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Quake-hit village rises anew

Li Yu and Peng Chao in Lushan, Sichuan
Updated: Feb 13,2015 7:55 AM     China Daily

Two children play at a newly constructed residential area of Qinglongchang village of Lushan county in Sichuan province last week.[Photo/Xinhua]

Reconstruction work successfully completed thanks to efforts of dedicated officials

The Lushan quake in 2013 was a double blow for many residents who had also been hit by the Wenchuan quake in 2008. But a spirit of optimism, altruism and integrity helped ensure rapid reconstruction.

“I am going to retire, and it is really comforting to see villagers move into brand-new houses before my retirement,” said 59-year-old Wang Zongyuan, as he stood in front of an area where 81 homes had just been completed.

Wang Zongyuan, one of 20 county-level officials who helped with local reconstruction[Photo/China Daily]

Wang was an official at the discipline inspection commission and supervisory bureau of Lushan county of Ya’an, Sichuan province, before being sent to Qinglongchang village to help with reconstruction five months after an earthquake hit the county.

The 7.0-magnitude Lushan earthquake on April 20, 2013, destroyed tens of thousands of homes and left more than 200 people dead or missing.

Wang was accompanied by 19 other officials from county-level departments who had considerable experience of working in rural areas. They were assigned to help specific areas of Qinglongchang village, the most severely damaged area.

Wang’s responsibility was 155 homes housing 453 people in the village. The quake damaged 124 houses, of which 31 were heavily damaged.

“The situation was bad,” Wang said. “The reconstruction work lagged far behind other stricken areas, and the people didn’t believe in us. They thought we were sent simply to supervise them.”

Wang had three main tasks: inform villagers of the government’s policies for housing reconstruction; organize and help in the reconstruction; and develop the local economy.

Every day at 7:30 am, Wang would take a car from the county town with other colleagues for the 20-minute journey to Qinglongchang village, and spend the day visiting one family after another, explaining the government’s policies and learning about the villagers’ problems.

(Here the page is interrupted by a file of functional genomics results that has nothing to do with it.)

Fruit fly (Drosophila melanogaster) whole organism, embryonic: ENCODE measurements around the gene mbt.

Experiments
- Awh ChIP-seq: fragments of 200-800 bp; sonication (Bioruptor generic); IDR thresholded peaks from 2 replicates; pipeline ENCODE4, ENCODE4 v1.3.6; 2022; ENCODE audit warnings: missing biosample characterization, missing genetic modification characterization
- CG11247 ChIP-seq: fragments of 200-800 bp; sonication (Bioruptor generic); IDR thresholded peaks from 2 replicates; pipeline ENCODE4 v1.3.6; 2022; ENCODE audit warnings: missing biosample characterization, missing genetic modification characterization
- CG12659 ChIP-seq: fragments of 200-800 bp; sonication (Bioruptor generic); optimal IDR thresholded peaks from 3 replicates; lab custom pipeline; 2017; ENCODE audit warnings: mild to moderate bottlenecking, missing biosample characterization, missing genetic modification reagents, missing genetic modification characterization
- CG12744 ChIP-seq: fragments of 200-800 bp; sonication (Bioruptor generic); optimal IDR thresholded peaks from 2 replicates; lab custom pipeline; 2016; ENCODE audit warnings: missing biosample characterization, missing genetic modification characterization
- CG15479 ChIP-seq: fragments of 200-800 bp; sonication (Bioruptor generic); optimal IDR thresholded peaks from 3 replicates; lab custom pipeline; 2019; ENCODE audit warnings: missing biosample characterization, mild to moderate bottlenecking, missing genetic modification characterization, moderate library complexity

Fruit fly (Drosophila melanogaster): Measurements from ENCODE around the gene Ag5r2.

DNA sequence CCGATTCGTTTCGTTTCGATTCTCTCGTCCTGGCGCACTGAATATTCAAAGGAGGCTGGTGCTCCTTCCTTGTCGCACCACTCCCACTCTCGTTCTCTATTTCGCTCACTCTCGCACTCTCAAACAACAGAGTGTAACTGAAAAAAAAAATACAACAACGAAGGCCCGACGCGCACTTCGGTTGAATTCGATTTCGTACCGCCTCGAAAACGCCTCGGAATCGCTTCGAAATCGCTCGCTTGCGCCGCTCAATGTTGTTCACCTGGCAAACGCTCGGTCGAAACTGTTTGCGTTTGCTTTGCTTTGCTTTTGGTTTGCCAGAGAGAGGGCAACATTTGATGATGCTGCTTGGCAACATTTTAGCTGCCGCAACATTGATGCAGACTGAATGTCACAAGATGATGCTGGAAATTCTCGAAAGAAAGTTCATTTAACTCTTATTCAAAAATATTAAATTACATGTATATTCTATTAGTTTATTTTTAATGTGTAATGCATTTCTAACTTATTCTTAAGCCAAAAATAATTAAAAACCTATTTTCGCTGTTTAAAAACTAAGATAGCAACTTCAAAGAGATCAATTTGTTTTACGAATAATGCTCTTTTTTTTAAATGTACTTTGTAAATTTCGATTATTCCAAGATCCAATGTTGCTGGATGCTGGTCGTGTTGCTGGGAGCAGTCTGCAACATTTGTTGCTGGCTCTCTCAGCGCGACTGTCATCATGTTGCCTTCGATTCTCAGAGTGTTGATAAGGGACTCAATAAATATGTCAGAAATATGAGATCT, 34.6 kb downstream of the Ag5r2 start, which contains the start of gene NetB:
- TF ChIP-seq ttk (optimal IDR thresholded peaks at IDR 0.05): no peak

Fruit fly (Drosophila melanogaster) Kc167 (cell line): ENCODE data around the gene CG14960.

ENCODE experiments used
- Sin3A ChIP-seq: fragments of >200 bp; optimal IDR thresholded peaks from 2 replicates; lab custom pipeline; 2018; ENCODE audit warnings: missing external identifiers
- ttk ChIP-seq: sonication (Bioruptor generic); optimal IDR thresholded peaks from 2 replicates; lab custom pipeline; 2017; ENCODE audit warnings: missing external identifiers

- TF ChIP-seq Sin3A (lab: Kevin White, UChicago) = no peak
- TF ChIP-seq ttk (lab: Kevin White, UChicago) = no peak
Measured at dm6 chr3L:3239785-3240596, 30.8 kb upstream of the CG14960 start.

At the end of each day, Wang would call a meeting with the other 19 officials to discuss the problems they had encountered and to exchange ideas.

The busiest period occurred at the end of 2013 and the start of last year. At that time, Wang was involved in the planning and design of new houses together with the reconstruction committee, a grassroots democratic organization representing the quake-stricken area and whose members were elected by the villagers.

The residential area was chosen by 81 families as the site of their new homes, while others chose to rebuild or repair their houses on the original site.

Wang and the committee had to devise a plan that would satisfy most of the 81 families.

Many days, it was almost midnight by the time he went home. Wang suffers from hypoglycemia, and sometimes his legs would cramp so seriously that he was unable to stand up straight. In order not to worry his family, he would rest in the yard for a while before joining them.

He also suffers from a stomach disorder and rheumatism. At one point, he wrote a request to go back to his original position, but he kept it in his pocket and never submitted it.

“I really can’t leave the villagers and the reconstruction work. I have come here to help, and I need to do something for them,” Wang said.

In the course of helping villagers, he used up nine notebooks and wore out five pairs of shoes and two shoulder bags.

As villagers saw that he was solving problems for them, their attitude toward him changed.

“He is a hardworking man and has covered every inch of our land,” said Ren Xingfen, 55. “After getting to know him, the villagers joked with him and asked him to set up a home here.”

In October, villagers started to move into the new houses. Wang said 30 families in total will have moved into their new homes before the Lunar New Year.

With the houses built, Wang started to think about how to develop the local economy and improve the income of villagers. He discussed the issue with members of the reconstruction committee, and they decided to develop rural tourism.

“The village has a good location where four roads intersect,” Wang said. When the new roads are completed, it will only take 10 minutes to get to the county town, and half an hour to Ya’an.

The village is close to Longmen Karst Cave, a natural scenic spot, and Qinglong Temple’s main hall, a Class A heritage building under State protection that dates back to the Yuan Dynasty (1271-1368).

In the vicinity of the residential area, plans are progressing to grow some 3.3 hectares of lotus, 6.6 hectares of blueberries, 20 hectares of kiwi fruit and 200 hectares of tea.

On Jan 1, a hotpot restaurant opened. Owner Lin Xianying said she and her husband wouldn’t have to work outside anymore and will focus instead on the restaurant business.

Bai Shiqiang, 28, who runs a small shop, said, “My income has doubled compared with before, as conditions have improved and more people are coming.”

“The quake was a misfortune, but good has come out of misfortune,” Bai added.

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